Original super sub David Fairclough believes the demands of the modern game make it much easier to be a squad player with ‘special teams’ capabilities rather than feeling like a “spare part” as he sometimes did.
The former Liverpool striker earned his tag for his exploits off the bench – even though 92 of his 154 appearances and 37 of his 55 goals for the club came when he was named in the starting line-up.
Stoke’s Peter Crouch has gradually morphed into the modern-day equivalent and could make a record 143rd Premier League substitute appearance against Brighton on Monday, beating ex-Newcastle forward Shola Ameobi’s tally set between 2000 and 2015.
Crouch will be 37 in January – Fairclough retired from the professional game aged 34 – and although his contract expires next summer the player and Potters chairman Peter Coates have both spoken about an extension and the way the modern game has changed will allow him to do so.
“In the old days the plan of the game was always about the XI –the 12th man was like the spare wheel in your car: you’re not bothered about it until you need it,” Fairclough told Press Association Sport.
“You weren’t part of the conversations and it was very difficult but the role has evolved.
“It’s not an 11-man game any more so it’s much easier to be a substitute.
“The fact you have played 100 games as a substitute is not detrimental to your ability, people don’t see you as being any less than the others.
“It is like special teams in American football; for different situations you bring the special team on.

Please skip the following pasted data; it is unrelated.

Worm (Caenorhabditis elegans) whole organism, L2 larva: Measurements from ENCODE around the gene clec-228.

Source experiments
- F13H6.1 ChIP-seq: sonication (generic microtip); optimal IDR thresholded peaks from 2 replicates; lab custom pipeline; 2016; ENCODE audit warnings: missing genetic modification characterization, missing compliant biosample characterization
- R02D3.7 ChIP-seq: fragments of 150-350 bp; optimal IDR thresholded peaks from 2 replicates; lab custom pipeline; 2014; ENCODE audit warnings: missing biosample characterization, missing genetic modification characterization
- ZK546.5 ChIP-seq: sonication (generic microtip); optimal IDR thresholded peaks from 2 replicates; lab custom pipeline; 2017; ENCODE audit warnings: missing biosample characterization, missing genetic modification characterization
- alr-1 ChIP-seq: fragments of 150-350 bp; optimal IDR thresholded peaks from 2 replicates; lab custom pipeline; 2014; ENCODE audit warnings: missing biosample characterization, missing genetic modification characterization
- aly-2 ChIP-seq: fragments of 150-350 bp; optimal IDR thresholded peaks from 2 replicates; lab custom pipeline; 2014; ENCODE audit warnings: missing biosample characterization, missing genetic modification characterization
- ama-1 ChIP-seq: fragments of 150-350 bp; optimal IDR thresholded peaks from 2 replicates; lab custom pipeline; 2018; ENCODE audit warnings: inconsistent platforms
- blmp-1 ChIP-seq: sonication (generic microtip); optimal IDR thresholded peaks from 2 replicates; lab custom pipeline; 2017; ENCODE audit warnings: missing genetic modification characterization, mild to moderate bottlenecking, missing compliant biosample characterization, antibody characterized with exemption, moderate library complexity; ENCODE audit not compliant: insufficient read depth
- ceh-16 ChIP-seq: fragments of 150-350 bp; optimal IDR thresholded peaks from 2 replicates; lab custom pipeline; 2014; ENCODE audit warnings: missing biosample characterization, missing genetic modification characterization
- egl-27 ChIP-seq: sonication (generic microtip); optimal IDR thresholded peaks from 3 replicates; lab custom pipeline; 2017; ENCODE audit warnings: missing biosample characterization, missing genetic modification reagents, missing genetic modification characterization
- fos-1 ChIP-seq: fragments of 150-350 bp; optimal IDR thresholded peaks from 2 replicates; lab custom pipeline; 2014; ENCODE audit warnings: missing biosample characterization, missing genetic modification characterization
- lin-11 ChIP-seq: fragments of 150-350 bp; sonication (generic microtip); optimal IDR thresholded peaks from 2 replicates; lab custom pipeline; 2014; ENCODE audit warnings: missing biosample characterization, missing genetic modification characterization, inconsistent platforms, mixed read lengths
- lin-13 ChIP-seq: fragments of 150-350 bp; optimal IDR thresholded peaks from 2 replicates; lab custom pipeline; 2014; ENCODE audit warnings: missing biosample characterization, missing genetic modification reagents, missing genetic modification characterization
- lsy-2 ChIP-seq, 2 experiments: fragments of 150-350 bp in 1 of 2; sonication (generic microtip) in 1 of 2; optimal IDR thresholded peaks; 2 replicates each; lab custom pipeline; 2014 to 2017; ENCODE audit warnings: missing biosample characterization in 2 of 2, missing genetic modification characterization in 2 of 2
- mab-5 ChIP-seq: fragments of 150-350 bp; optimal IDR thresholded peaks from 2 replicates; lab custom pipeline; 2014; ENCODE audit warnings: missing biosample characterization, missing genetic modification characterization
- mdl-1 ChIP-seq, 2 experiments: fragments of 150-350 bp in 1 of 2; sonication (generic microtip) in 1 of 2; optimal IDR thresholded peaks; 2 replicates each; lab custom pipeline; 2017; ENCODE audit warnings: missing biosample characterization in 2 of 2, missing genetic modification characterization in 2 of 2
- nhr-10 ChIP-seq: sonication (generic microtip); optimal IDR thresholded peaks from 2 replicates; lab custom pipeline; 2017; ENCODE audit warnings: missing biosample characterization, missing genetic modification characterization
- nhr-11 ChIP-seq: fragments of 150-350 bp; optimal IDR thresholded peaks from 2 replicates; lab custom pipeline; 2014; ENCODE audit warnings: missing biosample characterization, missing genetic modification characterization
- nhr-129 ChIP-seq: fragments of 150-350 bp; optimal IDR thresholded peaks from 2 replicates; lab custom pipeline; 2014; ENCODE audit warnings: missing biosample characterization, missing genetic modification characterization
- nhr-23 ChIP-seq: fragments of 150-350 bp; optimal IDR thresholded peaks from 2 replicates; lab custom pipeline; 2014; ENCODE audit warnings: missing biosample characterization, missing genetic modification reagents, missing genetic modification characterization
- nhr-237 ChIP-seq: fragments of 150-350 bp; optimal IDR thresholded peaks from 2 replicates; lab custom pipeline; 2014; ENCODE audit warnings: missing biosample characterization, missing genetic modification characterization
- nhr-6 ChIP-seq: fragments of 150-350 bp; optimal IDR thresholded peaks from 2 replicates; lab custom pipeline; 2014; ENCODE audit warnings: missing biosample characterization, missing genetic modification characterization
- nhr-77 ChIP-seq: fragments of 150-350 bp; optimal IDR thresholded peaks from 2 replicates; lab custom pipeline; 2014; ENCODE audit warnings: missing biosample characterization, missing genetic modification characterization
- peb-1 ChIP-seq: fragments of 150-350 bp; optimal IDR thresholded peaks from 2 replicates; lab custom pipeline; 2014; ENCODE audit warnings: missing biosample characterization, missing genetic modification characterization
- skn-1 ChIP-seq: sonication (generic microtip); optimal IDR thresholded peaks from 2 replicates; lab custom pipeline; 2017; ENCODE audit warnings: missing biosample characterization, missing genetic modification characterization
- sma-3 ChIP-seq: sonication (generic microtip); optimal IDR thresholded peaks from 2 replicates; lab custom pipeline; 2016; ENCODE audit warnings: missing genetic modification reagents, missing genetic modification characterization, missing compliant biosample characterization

“And the rewards in football are so good you are encouraged to think ‘I might stay for a couple more seasons and sit on the bench because there are so many competitions I might get the odd game’.
“For us when we got to 35 you’re thinking ‘I have to get out of the game because I need to do something else’ because you were not in a position to do nothing.”
Crouch has yet to start a Premier League match for Stoke this season but is still the club’s joint top goalscorer. That is testament not only to his quality but to his role as a ‘plan B’ off the bench.
“People are aware of that threat and he knows that. That is a boost to your confidence (as a substitute),” added Fairclough, whose most famous substitute moment came with the winner which overturned a first-leg deficit against St Etienne in the European Cup quarter-final at Anfield in 1977.
“He’s done it enough times now to know he can do it and everyone in the ground is aware.
“The substitute role has evolved incredibly from my time under Bob Paisley; managers now look for someone who can play that type of role and be effective.”
It took a certain type of mentality to do the role as well as Fairclough did in the era of one substitute and limited substitutions, however.
“It was always a difficult situation and something you needed to accept,” said Fairclough.
“In the first instance it was fine as I was a young lad trying to get a breakthrough but with (Kevin) Keegan, (John) Toshack and (Steve) Heighway you’re thinking to yourself any bits you get you’re grateful of.
“But as time wears on you get more confident and feel you should be playing more.
“Ninety-nine times out of 100 managers use three substitutes so you’ve a fair chance of getting some action.
“In my day unless there was an injury or a catastrophe the manager didn’t use a substitute because the simple fact was you only had one option.
“That was a major frustration of being in that role.”